Raspberry coulis is the red sauce that pastry chefs often use to decorate your dessert plate with swirls. While it borders on overuse in restaurants, I don't know why it hasn't caught on more as a home condiment. I mean think about it... it's like the fruity cousin of ketchup that turns ordinary sweets into something special.
Drizzle it on breakfast foods like oatmeal, granola, yogurt or pancakes for a vibrant start to your day. Spoon it onto a bowl of ice cream for a dazzling end to your day. It even makes for a fun dipping sauce for a snack-sized plate of sliced fruit in the middle of your day.
Aside from being delicious and versatile, this raspberry sauce is also ludicrously easy to make, taking about five minutes from start to finish. While you can use fresh raspberries when they're in season, this works just as well with frozen berries as well.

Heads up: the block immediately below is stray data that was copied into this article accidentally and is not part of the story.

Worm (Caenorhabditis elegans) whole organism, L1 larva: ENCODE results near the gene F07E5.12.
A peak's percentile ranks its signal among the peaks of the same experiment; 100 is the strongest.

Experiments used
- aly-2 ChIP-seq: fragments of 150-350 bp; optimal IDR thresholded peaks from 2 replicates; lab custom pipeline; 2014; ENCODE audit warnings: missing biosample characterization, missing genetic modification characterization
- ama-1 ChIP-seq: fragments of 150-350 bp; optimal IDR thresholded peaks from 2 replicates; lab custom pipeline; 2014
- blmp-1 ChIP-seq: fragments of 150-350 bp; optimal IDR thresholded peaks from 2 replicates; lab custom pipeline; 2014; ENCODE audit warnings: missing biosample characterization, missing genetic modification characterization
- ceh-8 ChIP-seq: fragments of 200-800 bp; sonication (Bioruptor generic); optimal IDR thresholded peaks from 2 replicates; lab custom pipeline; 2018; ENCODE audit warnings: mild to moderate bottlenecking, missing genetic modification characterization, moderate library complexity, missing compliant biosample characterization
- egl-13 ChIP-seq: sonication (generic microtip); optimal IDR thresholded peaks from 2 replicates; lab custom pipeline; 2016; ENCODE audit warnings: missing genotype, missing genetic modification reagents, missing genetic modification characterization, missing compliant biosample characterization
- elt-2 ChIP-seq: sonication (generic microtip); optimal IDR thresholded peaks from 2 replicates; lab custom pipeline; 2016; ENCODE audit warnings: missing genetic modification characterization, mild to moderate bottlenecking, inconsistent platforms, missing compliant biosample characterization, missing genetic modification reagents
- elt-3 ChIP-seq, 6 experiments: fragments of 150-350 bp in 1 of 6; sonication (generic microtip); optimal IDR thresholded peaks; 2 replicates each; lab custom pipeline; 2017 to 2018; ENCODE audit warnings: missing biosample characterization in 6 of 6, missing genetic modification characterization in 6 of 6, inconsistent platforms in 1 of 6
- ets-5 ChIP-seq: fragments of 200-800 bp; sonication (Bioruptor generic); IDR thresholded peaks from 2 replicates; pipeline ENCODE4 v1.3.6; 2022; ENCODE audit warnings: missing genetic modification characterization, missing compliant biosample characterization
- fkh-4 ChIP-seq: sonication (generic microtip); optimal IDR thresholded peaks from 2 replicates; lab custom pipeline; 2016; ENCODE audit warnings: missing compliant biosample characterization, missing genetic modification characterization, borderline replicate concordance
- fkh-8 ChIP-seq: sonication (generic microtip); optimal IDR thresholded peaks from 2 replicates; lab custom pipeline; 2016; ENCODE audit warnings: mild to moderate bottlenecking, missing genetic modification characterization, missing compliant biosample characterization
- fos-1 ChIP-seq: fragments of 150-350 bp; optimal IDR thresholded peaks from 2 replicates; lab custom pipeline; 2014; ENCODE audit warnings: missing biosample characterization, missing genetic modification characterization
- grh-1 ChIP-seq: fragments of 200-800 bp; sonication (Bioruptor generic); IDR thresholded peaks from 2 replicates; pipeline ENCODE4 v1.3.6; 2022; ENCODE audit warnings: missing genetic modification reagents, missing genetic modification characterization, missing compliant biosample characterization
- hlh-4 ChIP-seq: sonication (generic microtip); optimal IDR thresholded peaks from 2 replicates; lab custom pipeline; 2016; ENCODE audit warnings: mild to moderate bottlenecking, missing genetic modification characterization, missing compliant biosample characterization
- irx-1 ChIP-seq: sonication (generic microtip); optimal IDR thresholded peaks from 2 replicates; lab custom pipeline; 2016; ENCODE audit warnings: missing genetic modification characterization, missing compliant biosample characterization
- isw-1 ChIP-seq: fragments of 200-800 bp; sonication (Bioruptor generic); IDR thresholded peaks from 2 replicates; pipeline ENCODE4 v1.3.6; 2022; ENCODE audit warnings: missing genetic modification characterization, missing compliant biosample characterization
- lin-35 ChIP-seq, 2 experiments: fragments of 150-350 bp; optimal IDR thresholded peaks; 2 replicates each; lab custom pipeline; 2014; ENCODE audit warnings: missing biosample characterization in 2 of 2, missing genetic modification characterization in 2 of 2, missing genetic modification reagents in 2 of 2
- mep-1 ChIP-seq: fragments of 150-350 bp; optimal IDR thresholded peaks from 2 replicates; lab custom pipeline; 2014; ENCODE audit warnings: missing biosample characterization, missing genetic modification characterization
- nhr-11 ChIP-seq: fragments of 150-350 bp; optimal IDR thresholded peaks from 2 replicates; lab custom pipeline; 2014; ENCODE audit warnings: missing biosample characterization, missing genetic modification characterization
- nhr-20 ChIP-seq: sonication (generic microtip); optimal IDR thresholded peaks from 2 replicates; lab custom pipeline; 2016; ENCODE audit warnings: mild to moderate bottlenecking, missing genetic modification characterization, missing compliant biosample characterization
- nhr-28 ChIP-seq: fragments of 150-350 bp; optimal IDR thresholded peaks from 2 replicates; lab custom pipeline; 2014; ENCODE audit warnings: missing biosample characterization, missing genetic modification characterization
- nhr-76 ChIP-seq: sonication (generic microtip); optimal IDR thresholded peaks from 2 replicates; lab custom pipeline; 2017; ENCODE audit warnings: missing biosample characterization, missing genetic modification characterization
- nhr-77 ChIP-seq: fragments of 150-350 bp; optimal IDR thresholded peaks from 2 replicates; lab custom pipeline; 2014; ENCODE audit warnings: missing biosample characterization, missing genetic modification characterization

Just put the raspberries in a bowl with some sugar and a little water and then microwave them until the mixture starts to boil. This pasteurized the berries to make the coulis last longer, without effecting their delicate fresh taste. A splash of lemon juice intensifies the taste of the coulis, and a quick whirl in a blender helps break up the fruit before it's passed through a sieve to remove the seeds. Easy right?
Once made, the coulis will last for about a week in the fridge, so I like to keep it in a squeeze bottle to make it easy to use.
- Microwave the raspberries, sugar and water until the raspberries start to melt and the resulting liquid starts boiling. How long this takes will depend on your microwave and the temperature of your berries. My frozen raspberries took about 3 minutes in my microwave, but fresh raspberries will take less time.
- Stir in the lemon juice and then dump the raspberries into a blender or food processor. Give the coulis a couple short pulses to puree the fruit, but be careful not to overdo it as the seeds will break up small enough to pass through the sieve which will result in a gritty raspberry sauce.
- Pass the pureed raspberries through a fine-mesh sieve using a silicon spatula and collect the coulis in a bowl below.